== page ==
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Timbuk2 Informant camera bag review: Little camera bag with lots of space

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Messenger-style bags, in my experience, aren't a great design for camera bags. They tend to be big, which makes them easy to overload, and that makes them uncomfortable and awkward to use. That's not the case with Timbuk2's Informant Camera Sling.

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8.3

Timbuk2 Informant camera bag

The Good

The <b>Timbuk2 Informant</b> camera sling gives you a lot of room in very little space. It's more comfortable to wear than a messenger-style camera bag, but gives you the easy access you get from a shoulder- or sling-style camera bag. It has room for a 10-inch tablet or 11-inch laptop.

The Bad

There are no silencers for the front hook-and-loop closures (and they are loud when opening), and the strap isn't removable.

The Bottom Line

A pretty great grab-and-go camera bag, the Timbuk2 Informant camera sling is a perfect fit for dSLR or mirrorless camera users who want a lot of storage in a little bag.

The Informant isn't a pure messenger bag, like those that Timbuk2 is best known for. It's also not the typical camera sling bag, which tend to be backpacks with single straps, or a regular shoulder camera bag.

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It has elements from all three bag types, though, which is probably why it works so well. The Informant comes in two sizes -- small ($99) and medium ($119), which is the one I tested -- and both are designed to be worn across your back like a messenger. They both have a tough nylon strap with a compact cam buckle for one-handed adjustments.

A big cushy shoulder pad is also a carryover from Timbuk2's messengers, as is the durable ballistic nylon construction and the included removable cross-body stabilizer strap, which helps keep the bag from flipping around when you're riding a bike.

It even has the traditional front flap of a messenger bag. Or, at least, that's how it appears.

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Unlike on a messenger bag, there isn't one big flap secured at the back covering everything inside your bag. On the Informant, it's sort of one big flap secured at the middle, basically covering two separate compartments. The top half covers the main storage compartment, while the bottom half (or front) of the flap covers two large storage pockets in front.

The left pocket has an organizer inside for a phone, pens, keys, earbuds, or whatever else you want to jam in them. The right side is just a big pocket, which, while testing out the bag, I used for a sling camera strap.

The flap is secured over the pockets with a strong hook-and-loop closure, so it'll keep big things from falling out, but anything small you'll probably want to put in the main camera compartment. Also, the closure is really loud and there are no silencers. If you're taking this to an event or someplace where you need to be quiet, I wouldn't store anything essential in these pockets.

Sarah Tew/CNET

On back, which would be the part against your body while wearing it, is a zippered pocket. It's a good place to stash the included rain cover; the nylon can handle minor splashes or a brief period of light rain, but for full-on downpours, you'll want to slip on the cover.

This pocket is also a good place to quickly store lens caps when shooting. It's big enough to hold a Kindle or even a Kindle Fire, too, though the latter isn't exactly comfortable.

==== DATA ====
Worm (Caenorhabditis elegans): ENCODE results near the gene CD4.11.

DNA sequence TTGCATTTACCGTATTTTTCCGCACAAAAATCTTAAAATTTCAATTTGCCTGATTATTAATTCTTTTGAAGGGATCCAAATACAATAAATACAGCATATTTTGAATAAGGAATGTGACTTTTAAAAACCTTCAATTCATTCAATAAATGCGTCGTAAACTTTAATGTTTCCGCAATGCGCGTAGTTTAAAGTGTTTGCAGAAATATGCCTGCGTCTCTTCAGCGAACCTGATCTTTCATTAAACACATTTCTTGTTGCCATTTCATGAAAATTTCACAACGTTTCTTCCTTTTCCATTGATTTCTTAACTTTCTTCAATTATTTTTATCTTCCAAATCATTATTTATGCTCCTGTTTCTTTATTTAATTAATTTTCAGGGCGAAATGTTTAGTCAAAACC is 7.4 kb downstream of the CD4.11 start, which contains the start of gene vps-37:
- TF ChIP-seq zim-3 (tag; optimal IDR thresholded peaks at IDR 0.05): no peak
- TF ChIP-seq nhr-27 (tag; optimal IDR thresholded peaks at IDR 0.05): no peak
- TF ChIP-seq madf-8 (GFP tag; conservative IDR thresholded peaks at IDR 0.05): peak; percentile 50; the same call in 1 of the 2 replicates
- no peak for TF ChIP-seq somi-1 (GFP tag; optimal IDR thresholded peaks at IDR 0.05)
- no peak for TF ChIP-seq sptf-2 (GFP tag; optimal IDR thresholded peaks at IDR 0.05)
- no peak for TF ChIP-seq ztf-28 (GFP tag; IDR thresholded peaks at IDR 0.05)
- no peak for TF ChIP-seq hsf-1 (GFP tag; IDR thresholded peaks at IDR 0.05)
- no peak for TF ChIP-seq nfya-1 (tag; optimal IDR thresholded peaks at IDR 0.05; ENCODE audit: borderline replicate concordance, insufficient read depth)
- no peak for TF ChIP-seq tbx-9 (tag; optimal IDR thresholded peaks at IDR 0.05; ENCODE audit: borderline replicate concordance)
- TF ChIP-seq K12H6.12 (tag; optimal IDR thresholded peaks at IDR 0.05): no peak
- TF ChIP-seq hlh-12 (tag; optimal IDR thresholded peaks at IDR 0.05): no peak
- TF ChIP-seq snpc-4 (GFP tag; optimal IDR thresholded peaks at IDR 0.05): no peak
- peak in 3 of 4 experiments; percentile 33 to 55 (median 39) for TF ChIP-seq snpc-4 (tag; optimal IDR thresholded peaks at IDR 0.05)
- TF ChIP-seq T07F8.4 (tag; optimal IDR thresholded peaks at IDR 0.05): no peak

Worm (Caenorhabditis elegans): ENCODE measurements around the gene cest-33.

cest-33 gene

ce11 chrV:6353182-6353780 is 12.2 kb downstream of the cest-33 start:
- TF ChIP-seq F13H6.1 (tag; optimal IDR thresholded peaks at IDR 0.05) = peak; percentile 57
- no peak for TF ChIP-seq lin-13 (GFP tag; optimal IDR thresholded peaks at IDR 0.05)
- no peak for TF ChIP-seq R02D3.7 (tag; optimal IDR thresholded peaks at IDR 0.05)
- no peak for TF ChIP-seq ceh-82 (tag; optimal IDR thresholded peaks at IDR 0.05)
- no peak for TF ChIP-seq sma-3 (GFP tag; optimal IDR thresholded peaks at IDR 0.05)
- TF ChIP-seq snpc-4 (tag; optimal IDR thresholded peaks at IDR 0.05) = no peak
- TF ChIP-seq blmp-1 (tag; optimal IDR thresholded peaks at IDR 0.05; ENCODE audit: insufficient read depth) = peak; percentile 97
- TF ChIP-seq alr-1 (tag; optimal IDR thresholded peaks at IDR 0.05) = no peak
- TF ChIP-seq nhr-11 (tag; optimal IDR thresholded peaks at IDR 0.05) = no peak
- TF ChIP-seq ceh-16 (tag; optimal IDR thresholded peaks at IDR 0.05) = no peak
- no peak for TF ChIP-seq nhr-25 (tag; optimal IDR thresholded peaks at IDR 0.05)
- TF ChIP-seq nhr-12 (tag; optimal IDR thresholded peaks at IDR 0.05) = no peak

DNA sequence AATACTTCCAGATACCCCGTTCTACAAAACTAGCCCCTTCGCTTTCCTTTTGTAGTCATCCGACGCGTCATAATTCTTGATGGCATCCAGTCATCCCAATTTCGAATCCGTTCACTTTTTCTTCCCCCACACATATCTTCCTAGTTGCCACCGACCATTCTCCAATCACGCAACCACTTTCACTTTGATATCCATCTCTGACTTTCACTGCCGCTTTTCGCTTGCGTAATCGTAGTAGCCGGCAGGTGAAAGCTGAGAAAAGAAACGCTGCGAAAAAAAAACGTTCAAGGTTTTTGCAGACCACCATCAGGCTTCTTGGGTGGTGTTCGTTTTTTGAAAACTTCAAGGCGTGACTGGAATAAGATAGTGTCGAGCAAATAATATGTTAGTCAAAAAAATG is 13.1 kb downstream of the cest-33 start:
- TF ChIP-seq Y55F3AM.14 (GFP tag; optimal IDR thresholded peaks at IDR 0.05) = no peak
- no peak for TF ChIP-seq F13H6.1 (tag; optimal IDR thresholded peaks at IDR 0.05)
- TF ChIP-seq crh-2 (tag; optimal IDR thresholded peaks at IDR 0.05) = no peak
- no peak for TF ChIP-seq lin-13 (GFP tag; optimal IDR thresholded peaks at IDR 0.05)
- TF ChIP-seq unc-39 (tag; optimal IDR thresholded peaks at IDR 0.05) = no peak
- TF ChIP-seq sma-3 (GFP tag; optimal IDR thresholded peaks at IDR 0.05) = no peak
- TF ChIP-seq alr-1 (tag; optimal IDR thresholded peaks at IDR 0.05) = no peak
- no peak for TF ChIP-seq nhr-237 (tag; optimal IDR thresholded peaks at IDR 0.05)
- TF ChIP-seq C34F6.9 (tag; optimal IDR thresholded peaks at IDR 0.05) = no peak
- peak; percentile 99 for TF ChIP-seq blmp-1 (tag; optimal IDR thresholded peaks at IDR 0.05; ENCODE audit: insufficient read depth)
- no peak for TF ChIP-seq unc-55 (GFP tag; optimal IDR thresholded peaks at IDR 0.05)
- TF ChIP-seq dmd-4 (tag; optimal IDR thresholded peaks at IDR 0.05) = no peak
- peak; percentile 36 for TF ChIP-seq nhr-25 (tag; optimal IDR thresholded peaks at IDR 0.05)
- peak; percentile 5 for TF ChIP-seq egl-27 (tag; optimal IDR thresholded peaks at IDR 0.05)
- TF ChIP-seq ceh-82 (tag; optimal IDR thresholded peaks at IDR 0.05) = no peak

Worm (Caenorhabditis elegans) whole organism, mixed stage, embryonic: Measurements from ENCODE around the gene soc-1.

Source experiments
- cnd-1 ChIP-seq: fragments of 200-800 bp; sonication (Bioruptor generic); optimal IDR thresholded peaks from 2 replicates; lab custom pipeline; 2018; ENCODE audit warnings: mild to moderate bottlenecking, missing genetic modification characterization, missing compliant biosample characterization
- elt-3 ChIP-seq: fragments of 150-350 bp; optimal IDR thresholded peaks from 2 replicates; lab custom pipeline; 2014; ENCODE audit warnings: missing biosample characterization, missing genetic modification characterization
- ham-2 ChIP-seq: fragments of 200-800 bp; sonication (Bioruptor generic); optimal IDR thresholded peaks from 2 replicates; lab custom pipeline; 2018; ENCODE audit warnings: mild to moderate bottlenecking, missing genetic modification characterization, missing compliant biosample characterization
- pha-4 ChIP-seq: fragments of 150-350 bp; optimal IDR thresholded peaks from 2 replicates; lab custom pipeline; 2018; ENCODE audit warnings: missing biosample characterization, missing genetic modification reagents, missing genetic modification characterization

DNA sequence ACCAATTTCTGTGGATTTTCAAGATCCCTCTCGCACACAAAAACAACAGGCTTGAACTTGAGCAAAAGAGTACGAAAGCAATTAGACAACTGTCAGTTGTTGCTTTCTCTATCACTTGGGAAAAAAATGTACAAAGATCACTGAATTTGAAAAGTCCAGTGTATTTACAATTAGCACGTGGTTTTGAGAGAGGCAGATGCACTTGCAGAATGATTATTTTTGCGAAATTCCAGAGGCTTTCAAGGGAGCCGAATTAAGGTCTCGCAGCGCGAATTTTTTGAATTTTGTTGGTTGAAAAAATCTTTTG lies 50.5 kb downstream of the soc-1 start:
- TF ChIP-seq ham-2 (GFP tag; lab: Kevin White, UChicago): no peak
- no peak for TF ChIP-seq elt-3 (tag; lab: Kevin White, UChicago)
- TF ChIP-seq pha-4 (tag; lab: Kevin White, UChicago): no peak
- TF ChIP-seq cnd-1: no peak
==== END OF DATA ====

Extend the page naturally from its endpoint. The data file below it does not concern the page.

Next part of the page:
Sarah Tew/CNET

The base of the bag is actually flat and wide enough that you can set the bag down without having it roll over (assuming you have more weight in the main compartment than in the front pockets). A handle on top, something you don't typically find on messenger bags, makes for fast grab-and-go departures. However, because of the size and shape of the bag and the length of strap, it's easy to get the strap twisted. And, since it's not removable, straightening it out again requires more effort than it should.

There are straps on the bottom to give you a place to attach a small tripod or monopod. There's a good amount of padding on the bottom, too, so it can take some knocking around.

Sarah Tew/CNET

Again, the main compartment is sealed with a zipper, and the top flips open away from you. This means if you're wearing the bag when you open it, you don't have to hold back the top when you're getting things out of it.

The fully padded interior is lined with bright blue anti-scratch tricot with movable internal walls. The color makes it very easy to see your gear or spot that stray memory card that's fallen into the bottom of the case.

The Informant has enough room for one camera body with a medium lens attached and up to three additional lenses (depending on size, of course). There are also two zippered mesh pockets inside the top to stash essential accessories, spare batteries, and memory cards. It would be nice if it had a discrete pocket for a flash unit, but it doesn't.

Sarah Tew/CNET

There is also a separate section inside that runs the length of the bag that's big enough to hold an iPad or MacBook Air or similarly sized tablet or laptop. There's a strap inside to help keep a tablet or laptop in place, too.

The smaller version of the Informant fits one camera body with a medium lens and two additional lenses, but it will hold only smaller tablets, and there are no tripod straps.

Conclusion
The Timbuk2 Informant camera sling is a lovely little camera bag. It's a great fit for a day-trip bag for photographers who just want to bring just a little more than essentials. Its size also makes it nice for someone who is just starting out and maybe only has one or two lenses. It's something you can keep all your gear in so you can just grab it and go without worrying about leaving something behind.